Breaking News
  • March 19Congratulations to the Drama Team for placing 6th for their Murder on the Nile and 27th for their Little Women performances at the State Drama competition!
  • March 19Congratualations to everyone who competed at DECA's State Career Development Conference and good luck to everyone competing at the International Career Development Conference!
  • March 19Congratulations to Shirin Choi, Irin Robinston and Joshua Zou for winning first place in their events at the FBLA Winter Leadership Conference!
The student news site of Inglemoor High School

Nordic News

The student news site of Inglemoor High School

Nordic News

The student news site of Inglemoor High School

Nordic News

Sound Transit light rail expansions coming in 2024

Cate Bouvet (she/her)
A Sound Transit Security guard and a customer support employee patrol Northgate station to help riders get to their destination safely.

In 2024, the initial segment of the East Link extension between South Bellevue and Redmond will open. An extension of the One Line — currently the only line in the Sound Transit light rail system — for four stations into Lynnwood of the light rail is also planned to open in fall of 2024. Additionally, the West Seattle Link Extension and the Ballard Link Extension are under environmental review as part of the planning phase of expansion projects. 

“Public transportation, mass transit, helps reduce carbon emissions. It’s convenient, it connects people throughout the region,” Rachelle Cunningham, a Sound Transit Public Information Officer said. “I think it’s just a mobility issue as well. There are huge traffic problems all throughout our region. This gives people a way to get to where they’re going without getting stuck in traffic.” 

Cunningham said that Sound Transit funding comes from property taxes and vehicle registration assessments. The Sound Transit taxing district includes Pierce County, King County and parts of Snohomish County. 

“Those are the folks who would vote on the expansion method measures,” Cunningham said. “That would include the people in the areas where we’re building.”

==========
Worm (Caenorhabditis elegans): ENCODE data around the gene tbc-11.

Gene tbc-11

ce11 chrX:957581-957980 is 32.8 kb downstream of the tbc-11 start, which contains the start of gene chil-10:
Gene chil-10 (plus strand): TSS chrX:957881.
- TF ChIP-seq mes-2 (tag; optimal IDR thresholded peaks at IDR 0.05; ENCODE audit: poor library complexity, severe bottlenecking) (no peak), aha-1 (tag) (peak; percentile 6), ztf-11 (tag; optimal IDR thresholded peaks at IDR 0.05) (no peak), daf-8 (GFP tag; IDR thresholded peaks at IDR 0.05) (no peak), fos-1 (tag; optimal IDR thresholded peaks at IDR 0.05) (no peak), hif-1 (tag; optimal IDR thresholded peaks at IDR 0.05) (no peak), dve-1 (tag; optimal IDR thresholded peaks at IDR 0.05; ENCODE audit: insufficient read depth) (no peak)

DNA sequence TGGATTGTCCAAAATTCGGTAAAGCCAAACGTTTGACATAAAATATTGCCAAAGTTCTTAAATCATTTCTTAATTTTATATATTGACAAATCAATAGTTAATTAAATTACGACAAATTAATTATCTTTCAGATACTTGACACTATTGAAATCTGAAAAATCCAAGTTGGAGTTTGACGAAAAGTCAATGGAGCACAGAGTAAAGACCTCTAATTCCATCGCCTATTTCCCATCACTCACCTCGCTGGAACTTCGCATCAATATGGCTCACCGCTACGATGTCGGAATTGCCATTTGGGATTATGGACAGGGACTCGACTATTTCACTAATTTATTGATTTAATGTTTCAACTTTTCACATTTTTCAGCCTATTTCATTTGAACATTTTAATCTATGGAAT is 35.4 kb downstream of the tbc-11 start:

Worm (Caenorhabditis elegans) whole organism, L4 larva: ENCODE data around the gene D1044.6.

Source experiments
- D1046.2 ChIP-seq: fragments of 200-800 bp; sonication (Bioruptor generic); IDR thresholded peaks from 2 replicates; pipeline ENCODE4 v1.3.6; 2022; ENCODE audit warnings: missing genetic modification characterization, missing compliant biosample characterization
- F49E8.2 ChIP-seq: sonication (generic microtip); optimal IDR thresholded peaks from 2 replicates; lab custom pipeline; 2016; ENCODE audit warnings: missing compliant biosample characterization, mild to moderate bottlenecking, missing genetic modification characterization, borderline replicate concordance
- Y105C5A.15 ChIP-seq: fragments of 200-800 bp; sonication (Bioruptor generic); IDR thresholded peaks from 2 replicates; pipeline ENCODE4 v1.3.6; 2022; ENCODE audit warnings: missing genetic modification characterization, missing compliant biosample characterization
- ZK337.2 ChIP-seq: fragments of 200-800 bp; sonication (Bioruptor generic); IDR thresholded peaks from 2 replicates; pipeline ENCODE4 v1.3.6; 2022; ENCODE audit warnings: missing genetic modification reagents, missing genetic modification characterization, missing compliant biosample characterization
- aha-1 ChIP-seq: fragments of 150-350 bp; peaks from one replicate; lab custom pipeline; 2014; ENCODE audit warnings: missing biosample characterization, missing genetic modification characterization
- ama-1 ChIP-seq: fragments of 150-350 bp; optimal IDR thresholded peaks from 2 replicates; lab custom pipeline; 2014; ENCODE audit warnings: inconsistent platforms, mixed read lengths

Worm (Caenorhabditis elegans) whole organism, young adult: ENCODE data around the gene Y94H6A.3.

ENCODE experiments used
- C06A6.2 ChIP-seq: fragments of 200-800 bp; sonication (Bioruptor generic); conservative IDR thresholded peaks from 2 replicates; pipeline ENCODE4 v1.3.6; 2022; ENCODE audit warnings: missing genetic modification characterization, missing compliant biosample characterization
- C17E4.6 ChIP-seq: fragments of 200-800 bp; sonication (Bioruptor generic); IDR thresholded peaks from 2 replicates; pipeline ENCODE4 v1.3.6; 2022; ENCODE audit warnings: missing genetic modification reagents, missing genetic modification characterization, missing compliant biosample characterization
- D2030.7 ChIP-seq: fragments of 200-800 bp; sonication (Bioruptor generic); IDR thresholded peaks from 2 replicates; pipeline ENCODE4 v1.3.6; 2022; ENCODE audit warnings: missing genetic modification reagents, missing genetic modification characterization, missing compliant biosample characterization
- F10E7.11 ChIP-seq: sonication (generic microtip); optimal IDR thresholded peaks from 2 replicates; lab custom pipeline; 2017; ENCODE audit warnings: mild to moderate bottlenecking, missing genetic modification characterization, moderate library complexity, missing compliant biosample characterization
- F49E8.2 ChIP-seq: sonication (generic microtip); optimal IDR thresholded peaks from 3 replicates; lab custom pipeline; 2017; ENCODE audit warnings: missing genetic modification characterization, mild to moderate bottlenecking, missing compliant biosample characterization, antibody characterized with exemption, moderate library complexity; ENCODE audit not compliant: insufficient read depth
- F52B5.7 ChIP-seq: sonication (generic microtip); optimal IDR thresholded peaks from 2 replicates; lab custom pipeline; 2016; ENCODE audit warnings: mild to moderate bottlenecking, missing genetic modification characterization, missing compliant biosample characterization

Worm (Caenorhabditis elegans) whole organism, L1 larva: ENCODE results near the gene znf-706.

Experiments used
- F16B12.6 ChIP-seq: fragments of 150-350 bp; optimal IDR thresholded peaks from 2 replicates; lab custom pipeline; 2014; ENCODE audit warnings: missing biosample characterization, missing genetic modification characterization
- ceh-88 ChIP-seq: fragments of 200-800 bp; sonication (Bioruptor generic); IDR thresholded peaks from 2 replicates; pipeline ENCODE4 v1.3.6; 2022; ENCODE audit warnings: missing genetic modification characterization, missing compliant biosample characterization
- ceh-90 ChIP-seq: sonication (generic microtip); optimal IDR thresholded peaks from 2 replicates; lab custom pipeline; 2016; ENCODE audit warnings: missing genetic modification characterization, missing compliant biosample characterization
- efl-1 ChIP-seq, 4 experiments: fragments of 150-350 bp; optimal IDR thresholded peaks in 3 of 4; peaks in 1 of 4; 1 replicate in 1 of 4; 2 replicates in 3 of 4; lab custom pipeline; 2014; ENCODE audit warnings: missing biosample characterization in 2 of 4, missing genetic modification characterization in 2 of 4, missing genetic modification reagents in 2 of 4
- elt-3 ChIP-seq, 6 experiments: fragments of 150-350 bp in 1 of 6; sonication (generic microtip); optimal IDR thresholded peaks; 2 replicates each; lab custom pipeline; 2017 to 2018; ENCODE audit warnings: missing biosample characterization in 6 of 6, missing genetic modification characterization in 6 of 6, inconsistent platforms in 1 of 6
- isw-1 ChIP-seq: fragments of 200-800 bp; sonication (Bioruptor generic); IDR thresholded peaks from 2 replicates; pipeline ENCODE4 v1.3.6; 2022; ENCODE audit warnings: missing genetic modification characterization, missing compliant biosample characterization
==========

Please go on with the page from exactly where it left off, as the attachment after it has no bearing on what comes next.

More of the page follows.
Cunningham said that in building infrastructure, there are always lots of challenges. She said that although major challenges with construction quality delayed the Eastlink project from opening, the construction of the Lynnwood extension has progressed fairly smoothly. Cathal Ridge, the Executive Corridor Director at Sound Transit, said that the West Seattle Link extension is currently navigating Federal and tribal approvals, city permitting and the construction market. 

“The construction market is just a risk in general, depending on where the market is at,” Ridge said at the Sound Transit Community Oversight Panel on Jan. 10. “But right now, costs, construction factors, availability and contracts and all that is driving prices.”

There are currently 31 light rail stations open, and over 84,500 passengers ride the light rail every day. Instead of gates to enforce fares, the light rail has a proof-of-payment system, meaning riders are required to show proof of payment once they board the train. During the pandemic, Sound Transit stopped charging fares. They slowly returned to charging fares in June 2020. The Link light rail fare, per trip, is $3 for adults. Riders can get an ORCA card to pay transit fees electronically and receive various discounts. Additionally, riders 18 and under can ride the light rail for free. Cunningham said that there have been some challenges over the past several years with fare compliance going down.